Susannah Robbins continues to explore the importance of play for children’s development, especially in this period of lockdown and closed schools.

[New City Magazine – June 2020, page 18-19]

Play Theory. Well that sounds like a sure-fire way to suck the joy out of play, doesn’t it? However, it is the key to making play a more successful, more enjoyable experience for everyone. So… who, what, why, when and how?

Who should play? The United Nations Declaration on the Rights of the Child, Article 31 reads: Every child has the right to rest and leisure, to engage in play and recreational activities appropriate to the age of the child.’

 What is play? The noun play is defined as: ‘activity engaged in for enjoyment and recreation, especially by children.’ Play is also a verb: to ‘engage in activity for enjoyment and recreation rather than a serious or practical purpose’, or to ‘take part in’. Both definitions use the word ‘activity’, play is not passive – one participates in play and is rewarded with ‘enjoyment’. Play is a pleasurable experience.

Why do we play? Jean Piaget, a psychologist famed for his study into children’s cognitive development viewed play as integral to the development of intelligence in children. Psychologist Lev Vygotsky wrote ‘In play a child is always above his average age, above his daily behaviour; in play it is as though he were a head taller than himself.’ Essentially, play supports human development. It helps to build our communication and language skills, grow our relationships and manage emotions. It encourages our critical thinking and problem solving, our teamwork, and cognitive development.

When should we play? From birth, little and often.

 How long should we play for? Society would have us believe that we should be playing with our children every waking minute, and while that’s nice, it’s neither practical nor true, meaningful play can be achieved in a few minutes. The primal purposes for play are survival (to establish a connection with your primary caregiver so that they are more inclined to keep you safe) and to learn new skills.

How to play? There are many ways to play, I explain some of them below. Each type of play serves a specific purpose, but every child is different and not all children enjoy all types of play. A little observation of your child in their natural habitat, playing without adult direction or interference will go a long way in understanding their preferred style.

  • Role-play: Role-play, or ‘let’s pretend’ games are fantastic for un-picking and exploring emotions, boundaries and roles that we have been placed in. Children most often will take on the role of the more authoritative position and subject you to playing the part of ‘baby’, or even better, ‘dog’. You will see plenty of role-play when circumstances or routines have been changed, for example when your little one starts school, they may like to play schools. This is their way of making sense of all the rules, routines and rituals that they have learned. Role-play is a fantastic tool for teaching empathy, to explore how others may be feeling and how to respond accordingly.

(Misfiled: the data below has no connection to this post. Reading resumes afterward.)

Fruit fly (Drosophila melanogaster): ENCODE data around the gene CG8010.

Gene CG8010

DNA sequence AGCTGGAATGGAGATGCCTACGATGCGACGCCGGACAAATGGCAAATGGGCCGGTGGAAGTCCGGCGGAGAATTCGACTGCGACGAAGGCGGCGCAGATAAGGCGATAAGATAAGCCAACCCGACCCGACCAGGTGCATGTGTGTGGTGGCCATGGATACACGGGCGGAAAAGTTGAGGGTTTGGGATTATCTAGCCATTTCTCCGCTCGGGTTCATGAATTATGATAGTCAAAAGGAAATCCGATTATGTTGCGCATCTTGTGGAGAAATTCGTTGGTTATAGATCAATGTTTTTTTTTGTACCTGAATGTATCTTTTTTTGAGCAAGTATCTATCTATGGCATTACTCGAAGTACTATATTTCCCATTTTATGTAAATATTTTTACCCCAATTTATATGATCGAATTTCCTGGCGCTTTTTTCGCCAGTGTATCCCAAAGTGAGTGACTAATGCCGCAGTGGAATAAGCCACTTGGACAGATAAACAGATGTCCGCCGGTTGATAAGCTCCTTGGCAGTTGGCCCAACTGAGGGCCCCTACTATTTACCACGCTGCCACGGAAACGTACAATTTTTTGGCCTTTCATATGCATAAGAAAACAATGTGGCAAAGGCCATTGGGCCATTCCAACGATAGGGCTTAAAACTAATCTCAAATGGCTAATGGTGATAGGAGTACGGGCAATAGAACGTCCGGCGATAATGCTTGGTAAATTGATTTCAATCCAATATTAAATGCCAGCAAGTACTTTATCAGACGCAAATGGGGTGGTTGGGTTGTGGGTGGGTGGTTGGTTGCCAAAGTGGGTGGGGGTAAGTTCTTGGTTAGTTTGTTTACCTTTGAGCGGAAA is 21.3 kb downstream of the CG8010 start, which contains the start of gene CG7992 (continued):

• Rough-and-tumble: I have three young boys and as a result I’m no stranger to rough-and-tumble! However, it was only recently that I learned the full extent of the benefits of this style of play. By allowing physical play, your children are building strength and muscle stamina, essential for when they begin to learn to write – the bigger (gross motor) muscles need to be strong to allow the smaller (fine motor) muscles to develop finesse and precision. Rough-and-tumble also helps your child to hone their motor planning and coordination. If you have a child who struggles to stay at the table during meal times, or to settle for bed then it is possible that they are seeking sensory feedback. Ten minutes of rough-and-tumble before bed, or a meal, will help to ‘get it out of their system’, and they will be able to focus more easily on the next task. Similarly if your child finds sitting still at school tricky, then where possible walk, run, cycle or scoot to school. These activities provide the sensory feedback that they are seeking at school.
  • Sensory play: These are activities that stimulate the senses and are a wonderfully rich way to play. You could set up a blind taste test to stimulate the sense of taste, or play the American game Marco Polo for the sense of sound, add a few drops of food colouring to the evening bath to stimulate the sense of sight and to make bath-time a really fun and novel experience. You can be so creative with sensory play.
  • STEM (Science, Technology, Engineering and Maths) play. Problem-solving, experimenting, construction, observing, hypothesising and learning through trial and error are all important life skills and can be supported with STEM activity. Examples of STEM play in action are: junk modelling, den building, cooking, mixing colours, building bridges with dry spaghetti or straws, making zip wires and the old classic kids favourite volcano experiment using bicarbonate of soda and vinegar. Children are never too young to introduce STEM activities to, and never too young to exhibit signs of ability. If you spot that your child is making predictions ‘I think that blue and red paint will make green when they’re mixed together’ praise them! Don’t worry if they’re wrong, but do encourage them to test their hypothesis. Curiosity is wonderful!

I leave you with the words of Plato, from ‘Laws’: ‘The young of all creatures cannot keep their bodies still or their tongues quiet. They are always wanting to move and cry out – some are leaping and skipping and overflowing with playfulness and pleasure.’ I’m sure that we can all relate to this!

Photos(2): © courtesy of Susannah Robbins

See also:

[See the article in full PDF edition on pages 18-19]

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